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After Verizon slowed down the speed of their wireless data last month, firefighters in Northern California struggled to communicate as they battled the Mendocino Complex fire, the largest blaze in modern state history, Santa Clara County Fire Chief Anthony Bowden wrote in a federal court filing earlier this week.
"This throttling has had a significant impact on our ability to provide emergency services," Bowden said. "Verizon imposed these limitations despite being informed that throttling was actively impeding county fire's ability to provide crisis-response and essential emergency services."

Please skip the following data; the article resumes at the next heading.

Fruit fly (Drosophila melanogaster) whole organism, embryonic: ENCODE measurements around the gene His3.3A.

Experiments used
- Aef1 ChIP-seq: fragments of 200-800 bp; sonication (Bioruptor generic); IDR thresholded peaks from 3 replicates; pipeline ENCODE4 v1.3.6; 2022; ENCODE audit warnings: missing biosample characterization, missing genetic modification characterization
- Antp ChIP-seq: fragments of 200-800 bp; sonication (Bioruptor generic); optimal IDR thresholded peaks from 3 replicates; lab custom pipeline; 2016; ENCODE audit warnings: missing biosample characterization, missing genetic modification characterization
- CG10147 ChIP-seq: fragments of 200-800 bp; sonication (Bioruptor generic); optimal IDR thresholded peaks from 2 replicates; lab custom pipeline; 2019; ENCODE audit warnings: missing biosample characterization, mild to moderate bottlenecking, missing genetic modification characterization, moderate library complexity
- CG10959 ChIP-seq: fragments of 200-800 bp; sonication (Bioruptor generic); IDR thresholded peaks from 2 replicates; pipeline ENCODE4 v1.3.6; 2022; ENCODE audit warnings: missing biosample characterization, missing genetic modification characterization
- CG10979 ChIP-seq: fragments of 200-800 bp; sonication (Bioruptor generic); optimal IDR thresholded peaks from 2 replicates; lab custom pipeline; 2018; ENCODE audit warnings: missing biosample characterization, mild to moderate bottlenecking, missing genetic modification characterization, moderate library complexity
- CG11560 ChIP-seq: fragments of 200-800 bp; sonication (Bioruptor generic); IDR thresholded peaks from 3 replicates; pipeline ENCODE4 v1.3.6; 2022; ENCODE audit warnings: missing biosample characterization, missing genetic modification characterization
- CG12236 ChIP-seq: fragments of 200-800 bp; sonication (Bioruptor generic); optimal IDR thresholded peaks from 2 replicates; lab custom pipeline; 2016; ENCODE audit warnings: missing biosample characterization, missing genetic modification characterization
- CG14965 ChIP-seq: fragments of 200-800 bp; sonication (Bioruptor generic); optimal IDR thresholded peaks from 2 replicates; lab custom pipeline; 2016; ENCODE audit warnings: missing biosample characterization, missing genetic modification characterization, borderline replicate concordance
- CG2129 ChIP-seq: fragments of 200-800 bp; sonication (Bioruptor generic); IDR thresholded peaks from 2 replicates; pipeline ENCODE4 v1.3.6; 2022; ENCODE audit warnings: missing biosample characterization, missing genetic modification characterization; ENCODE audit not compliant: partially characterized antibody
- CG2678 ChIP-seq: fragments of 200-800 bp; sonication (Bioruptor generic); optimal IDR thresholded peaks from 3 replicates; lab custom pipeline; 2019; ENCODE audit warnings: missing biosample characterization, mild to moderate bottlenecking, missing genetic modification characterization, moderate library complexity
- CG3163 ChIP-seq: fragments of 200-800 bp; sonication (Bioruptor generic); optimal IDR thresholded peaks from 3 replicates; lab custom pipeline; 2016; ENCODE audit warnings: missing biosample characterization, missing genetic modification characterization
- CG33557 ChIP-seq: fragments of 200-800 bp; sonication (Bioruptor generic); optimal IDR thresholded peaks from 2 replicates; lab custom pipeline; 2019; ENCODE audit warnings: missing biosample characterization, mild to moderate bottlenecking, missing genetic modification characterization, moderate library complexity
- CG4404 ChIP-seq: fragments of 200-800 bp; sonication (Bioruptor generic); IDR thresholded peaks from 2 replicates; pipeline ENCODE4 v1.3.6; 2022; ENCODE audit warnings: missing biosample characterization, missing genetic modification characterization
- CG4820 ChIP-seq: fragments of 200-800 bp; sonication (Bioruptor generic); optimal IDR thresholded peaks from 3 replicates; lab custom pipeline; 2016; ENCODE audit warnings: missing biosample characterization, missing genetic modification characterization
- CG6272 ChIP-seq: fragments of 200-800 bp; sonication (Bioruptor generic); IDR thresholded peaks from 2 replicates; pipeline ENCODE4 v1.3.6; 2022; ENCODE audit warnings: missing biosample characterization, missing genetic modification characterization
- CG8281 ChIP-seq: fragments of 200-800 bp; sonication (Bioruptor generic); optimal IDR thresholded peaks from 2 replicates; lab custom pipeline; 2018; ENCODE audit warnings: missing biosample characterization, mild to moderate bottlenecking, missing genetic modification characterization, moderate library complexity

On Monday, California, along with 20 other states and the District of Columbia, filed a federal lawsuit in an attempt to overturn the Federal Communications Commission's repeal of Obama-era net neutrality rules. Throttling — when the data connection is dropped to 1/200 or less of previous speeds — hinders first responders and could interfere with the public learning vital safety information, Bowden said. "Even small delays in response translate into devastating effects, including loss of property, and in some cases, loss of life."
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The fire department believed they had an unlimited data plan, but Verizon Wireless told them they went over their monthly limit and could buy a more expensive plan with more data. Verizon spokeswoman Heidi Flato told the Los Angeles Times that this was a "customer support mistake" and has nothing to do with net neutrality. She also said during emergencies, speeds are not supposed to be reduced, even when a customer uses all of their allotted data.
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